2) Glad at least that you agree the Dems should, at this point, just drop it. I will also point out that saying “hey, 40% of voters support X, even if 60% don’t, and 50% passionately don’t” is hardly a compelling argument for ramming X through Congress. Rather the opposite, I should think.

    3) From a recent Newsweek article:

    That the programs [SS and Medicare] will ultimately go bankrupt is clear from the trustees’ reports. On pages 201 and 202 of the Medicare report, you will find the conclusive arithmetic: over the next 75 years, Social Security and Medicare will cost an estimated $103.2 trillion, while dedicated taxes and premiums will total only $57.4 trillion. The gap is $45.8 trillion. (All figures are expressed in “present value,” a fancy term for “today’s dollars.”)

    By all means, the government could do the things you recommend, if there were sufficient popular support, and decently crafted legislation. What is specifically at issue here, however, is the bill presently at hand, which is (perhaps I can now say “was”) a monstrosity.

    4) Ah, but the government is not a disinterested party. It has, rather, its own set of interests, which often take the form of various types of political and budgetary intrigue. Also, it is entirely reasonable that a free and competitive marketplace may offer better and more creative options than a government monopoly. (That has been, in fact, one of the Republicans’ main points all along: that we ought to remove the artificial barriers standing in the way of free interstate access to, and competition between, health-care providers.)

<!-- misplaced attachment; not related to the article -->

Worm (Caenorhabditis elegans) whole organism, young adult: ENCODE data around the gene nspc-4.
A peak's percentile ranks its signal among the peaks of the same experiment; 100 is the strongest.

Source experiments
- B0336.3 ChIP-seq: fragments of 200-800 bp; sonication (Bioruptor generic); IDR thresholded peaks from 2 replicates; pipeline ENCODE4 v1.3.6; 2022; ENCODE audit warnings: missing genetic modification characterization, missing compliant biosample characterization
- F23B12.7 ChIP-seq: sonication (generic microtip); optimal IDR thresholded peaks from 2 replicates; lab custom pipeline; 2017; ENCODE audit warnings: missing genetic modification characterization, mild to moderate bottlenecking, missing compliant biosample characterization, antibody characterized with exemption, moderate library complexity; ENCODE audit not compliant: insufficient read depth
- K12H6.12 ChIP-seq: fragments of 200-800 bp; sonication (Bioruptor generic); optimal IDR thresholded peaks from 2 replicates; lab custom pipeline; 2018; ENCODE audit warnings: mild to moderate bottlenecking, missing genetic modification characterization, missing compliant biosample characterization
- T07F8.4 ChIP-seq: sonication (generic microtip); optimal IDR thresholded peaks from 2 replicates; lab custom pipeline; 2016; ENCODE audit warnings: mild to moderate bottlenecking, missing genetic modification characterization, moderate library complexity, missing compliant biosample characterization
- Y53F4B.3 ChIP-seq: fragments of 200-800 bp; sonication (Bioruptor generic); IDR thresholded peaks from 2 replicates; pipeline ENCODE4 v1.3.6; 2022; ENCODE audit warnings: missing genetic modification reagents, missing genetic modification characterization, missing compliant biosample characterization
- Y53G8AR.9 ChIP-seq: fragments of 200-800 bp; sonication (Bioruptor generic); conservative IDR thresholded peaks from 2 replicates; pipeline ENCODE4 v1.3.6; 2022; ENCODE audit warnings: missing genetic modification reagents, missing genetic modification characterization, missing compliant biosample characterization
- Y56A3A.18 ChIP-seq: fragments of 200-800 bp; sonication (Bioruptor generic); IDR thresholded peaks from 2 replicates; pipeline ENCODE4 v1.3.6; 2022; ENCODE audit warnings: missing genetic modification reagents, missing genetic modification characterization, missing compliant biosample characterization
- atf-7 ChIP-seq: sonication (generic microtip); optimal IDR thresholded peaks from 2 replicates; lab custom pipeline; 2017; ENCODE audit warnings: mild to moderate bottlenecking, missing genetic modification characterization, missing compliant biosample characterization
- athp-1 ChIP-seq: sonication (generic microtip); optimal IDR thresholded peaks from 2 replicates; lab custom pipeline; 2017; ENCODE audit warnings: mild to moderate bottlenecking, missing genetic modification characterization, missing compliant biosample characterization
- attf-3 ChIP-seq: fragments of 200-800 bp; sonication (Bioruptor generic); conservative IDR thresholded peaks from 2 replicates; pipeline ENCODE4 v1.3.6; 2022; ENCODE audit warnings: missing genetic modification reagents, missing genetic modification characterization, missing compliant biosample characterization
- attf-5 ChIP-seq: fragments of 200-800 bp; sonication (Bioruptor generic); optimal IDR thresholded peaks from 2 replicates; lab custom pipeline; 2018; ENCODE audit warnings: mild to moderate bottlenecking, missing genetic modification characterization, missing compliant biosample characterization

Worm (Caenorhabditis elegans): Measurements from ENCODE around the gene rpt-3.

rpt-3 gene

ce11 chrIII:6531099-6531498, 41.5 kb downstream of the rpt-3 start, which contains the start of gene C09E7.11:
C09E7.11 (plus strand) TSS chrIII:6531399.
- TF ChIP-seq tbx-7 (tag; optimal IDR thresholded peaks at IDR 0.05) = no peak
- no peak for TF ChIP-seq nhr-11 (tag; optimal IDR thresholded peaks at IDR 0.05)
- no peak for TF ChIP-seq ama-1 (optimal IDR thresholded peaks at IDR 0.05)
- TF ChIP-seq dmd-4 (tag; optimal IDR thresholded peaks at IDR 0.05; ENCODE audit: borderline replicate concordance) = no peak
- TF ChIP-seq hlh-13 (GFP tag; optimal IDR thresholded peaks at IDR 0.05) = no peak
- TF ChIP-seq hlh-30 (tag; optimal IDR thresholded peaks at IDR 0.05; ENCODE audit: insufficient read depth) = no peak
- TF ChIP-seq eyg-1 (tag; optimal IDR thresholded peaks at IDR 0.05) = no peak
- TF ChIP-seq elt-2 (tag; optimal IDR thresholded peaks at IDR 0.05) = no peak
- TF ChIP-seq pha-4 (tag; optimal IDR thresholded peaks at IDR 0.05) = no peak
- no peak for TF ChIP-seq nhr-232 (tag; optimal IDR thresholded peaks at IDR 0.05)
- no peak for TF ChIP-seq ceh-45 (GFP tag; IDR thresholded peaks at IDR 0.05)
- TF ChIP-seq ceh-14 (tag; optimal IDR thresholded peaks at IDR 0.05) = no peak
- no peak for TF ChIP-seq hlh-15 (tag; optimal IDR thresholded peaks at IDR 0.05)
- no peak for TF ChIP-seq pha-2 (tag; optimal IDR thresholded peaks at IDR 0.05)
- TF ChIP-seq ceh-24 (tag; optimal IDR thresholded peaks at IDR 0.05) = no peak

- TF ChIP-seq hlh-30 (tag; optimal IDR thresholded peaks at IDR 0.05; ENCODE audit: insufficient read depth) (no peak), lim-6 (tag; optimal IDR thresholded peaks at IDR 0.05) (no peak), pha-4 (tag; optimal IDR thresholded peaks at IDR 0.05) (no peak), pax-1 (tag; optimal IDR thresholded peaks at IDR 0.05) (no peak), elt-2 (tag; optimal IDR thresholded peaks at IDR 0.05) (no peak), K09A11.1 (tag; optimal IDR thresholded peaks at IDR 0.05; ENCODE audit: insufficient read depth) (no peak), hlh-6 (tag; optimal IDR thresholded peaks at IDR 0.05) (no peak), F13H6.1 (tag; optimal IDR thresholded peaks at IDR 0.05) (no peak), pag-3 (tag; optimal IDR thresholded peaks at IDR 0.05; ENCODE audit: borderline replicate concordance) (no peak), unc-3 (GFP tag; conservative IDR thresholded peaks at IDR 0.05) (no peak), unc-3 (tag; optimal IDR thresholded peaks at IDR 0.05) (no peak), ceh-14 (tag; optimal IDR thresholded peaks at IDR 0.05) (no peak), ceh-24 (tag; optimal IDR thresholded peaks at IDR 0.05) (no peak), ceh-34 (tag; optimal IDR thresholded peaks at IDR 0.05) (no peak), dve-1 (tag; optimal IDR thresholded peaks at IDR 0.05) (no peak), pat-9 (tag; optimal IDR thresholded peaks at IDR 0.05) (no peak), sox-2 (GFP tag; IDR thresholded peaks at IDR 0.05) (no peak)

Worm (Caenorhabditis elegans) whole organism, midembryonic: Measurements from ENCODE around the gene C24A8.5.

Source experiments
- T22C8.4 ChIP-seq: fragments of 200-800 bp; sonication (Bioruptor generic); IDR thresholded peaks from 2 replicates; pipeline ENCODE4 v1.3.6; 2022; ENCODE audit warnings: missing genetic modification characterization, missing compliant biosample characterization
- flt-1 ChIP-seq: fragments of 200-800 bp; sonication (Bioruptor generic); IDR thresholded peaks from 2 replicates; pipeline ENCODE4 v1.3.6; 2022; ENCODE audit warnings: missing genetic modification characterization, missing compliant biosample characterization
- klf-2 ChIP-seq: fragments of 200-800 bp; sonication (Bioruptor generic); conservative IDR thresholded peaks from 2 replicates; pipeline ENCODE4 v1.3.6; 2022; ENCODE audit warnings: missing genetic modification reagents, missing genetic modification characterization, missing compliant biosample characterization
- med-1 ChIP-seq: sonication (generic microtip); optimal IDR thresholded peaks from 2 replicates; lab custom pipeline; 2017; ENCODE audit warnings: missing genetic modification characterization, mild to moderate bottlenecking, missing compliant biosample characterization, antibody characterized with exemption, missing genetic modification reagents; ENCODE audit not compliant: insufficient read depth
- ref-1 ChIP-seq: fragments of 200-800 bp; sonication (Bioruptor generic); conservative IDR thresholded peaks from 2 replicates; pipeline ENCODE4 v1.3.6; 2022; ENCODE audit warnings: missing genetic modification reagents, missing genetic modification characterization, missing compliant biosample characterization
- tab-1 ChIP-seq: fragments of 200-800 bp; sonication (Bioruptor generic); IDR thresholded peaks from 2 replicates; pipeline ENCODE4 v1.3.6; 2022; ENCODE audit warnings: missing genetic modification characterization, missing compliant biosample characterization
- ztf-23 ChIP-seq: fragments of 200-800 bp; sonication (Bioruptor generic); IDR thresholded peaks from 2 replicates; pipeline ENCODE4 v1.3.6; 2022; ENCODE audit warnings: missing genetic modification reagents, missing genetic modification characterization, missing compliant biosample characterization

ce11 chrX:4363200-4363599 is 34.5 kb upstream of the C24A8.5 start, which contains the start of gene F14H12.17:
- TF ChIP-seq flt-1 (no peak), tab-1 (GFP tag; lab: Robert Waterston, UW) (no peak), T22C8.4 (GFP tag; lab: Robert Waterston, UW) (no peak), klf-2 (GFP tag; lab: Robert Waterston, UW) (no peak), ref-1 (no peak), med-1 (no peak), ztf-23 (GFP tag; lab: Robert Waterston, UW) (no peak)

5) This is a principled response, of course, and, on the face of it, idealistically well-intentioned in the way that liberalism and socialism always represent themselves. And as I have said, I agree that a decent society ought to “spread a net over the abyss” for those who genuinely cannot help themselves. (And why, for that matter, stop at health services?) But at the same time we cannot ignore the other consequences of our policies, and the interactions between them; for example, you cannot for very long run a welfare state with open borders. To quote Churchill again, you can either have an unequal sharing of blessings, or an equal sharing of misery; if we provide such a cornucopia of state-sponsored blessings that we drive the state into financial ruin, or its citizenry into dependency, lassitude and thralldom, what have we gained? We must strike a responsible balance, and we must honor the will of the people. This awful bill, and the machinations employed to get it passed, did neither.

    Posted January 24, 2010 at 11:41 pm | Permalink
  27. Jeanie Oliver says

    Cannon to right of them,
    Cannon to left of them,
    Cannon in front of them
    Volley’d and thunder’d;
    Storm’d at with shot and shell,
    Boldly they rode and well,
    Into the jaws of Death,
    Into the mouth of Hell
    Rode the last six hundred bleeding-heart liberal Democrats and me!
    Someone blunder’d in Massachusetts in running a woman against a charismatic male. By the time of the election, I declared that I would vote for him. The entire Democratic enclave surrounding me looked aghast, but I want some answers, also. As my husband declares often,”Jeanie would give away the farm for some cause, and the Democrats are losing her in Massachusetts.Someone had better sit up and take notice.” He told our son that it was time for a do-over on the healthcare issue. We have an ongoing fight about all of it.
    I would have tried for a better poetic example, but by the time I read all the points and counterpoints, I was confused on who I would back, Peter or Malcolm! And, actually as you two are far better wordsmiths than I, I decided to fall upon my sword and wait for the next issue that Malcolm can find for you two to discuss!

    Posted January 25, 2010 at 9:30 pm | Permalink
  28. Malcolm says

    Jeanie, I thought you were down South! Now I’m confused.

    Anyway, you can count on me to keep speaking out on behalf of liberty, responsible government, and core American principles, and you can count on Pete, the loyal opposition, to keep harassing me for it.

    And I do hope you didn’t fall on the pointy end of that sword.

    Posted January 25, 2010 at 10:43 pm | Permalink